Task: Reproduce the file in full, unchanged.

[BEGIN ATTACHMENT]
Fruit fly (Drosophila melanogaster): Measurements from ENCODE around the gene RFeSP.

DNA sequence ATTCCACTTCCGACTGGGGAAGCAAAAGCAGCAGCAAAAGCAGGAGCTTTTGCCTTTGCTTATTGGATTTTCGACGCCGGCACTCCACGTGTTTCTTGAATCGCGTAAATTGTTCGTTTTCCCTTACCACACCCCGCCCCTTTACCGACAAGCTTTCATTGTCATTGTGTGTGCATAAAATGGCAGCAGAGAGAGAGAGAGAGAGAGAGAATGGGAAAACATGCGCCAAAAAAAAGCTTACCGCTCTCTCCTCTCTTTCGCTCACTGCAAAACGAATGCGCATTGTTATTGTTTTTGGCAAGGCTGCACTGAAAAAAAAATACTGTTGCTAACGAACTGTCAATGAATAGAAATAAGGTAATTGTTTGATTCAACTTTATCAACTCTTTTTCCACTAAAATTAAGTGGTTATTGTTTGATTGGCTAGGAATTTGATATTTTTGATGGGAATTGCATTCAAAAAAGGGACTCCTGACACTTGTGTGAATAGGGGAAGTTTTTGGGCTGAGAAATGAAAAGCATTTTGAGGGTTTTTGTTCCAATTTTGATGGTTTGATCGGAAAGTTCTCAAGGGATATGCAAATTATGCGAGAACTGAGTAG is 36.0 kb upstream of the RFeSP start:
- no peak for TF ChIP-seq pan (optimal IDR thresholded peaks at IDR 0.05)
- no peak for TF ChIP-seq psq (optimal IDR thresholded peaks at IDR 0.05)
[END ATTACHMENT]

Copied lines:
Fruit fly (Drosophila melanogaster): Measurements from ENCODE around the gene RFeSP.

DNA sequence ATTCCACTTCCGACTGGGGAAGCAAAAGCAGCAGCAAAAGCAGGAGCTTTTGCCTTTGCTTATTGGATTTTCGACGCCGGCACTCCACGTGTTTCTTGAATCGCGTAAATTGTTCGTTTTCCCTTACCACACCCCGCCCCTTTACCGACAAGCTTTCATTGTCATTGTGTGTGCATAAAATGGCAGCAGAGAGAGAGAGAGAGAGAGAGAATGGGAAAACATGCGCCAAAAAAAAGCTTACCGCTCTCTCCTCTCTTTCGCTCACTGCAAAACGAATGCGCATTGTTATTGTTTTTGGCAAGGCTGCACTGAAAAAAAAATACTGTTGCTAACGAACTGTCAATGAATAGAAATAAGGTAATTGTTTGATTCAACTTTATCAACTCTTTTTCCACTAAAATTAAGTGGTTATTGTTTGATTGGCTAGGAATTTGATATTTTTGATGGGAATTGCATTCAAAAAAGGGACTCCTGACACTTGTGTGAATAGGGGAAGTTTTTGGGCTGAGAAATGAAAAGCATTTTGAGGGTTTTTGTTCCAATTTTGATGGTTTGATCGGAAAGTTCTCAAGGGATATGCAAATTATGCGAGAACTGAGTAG is 36.0 kb upstream of the RFeSP start:
- no peak for TF ChIP-seq pan (optimal IDR thresholded peaks at IDR 0.05)
- no peak for TF ChIP-seq psq (optimal IDR thresholded peaks at IDR 0.05)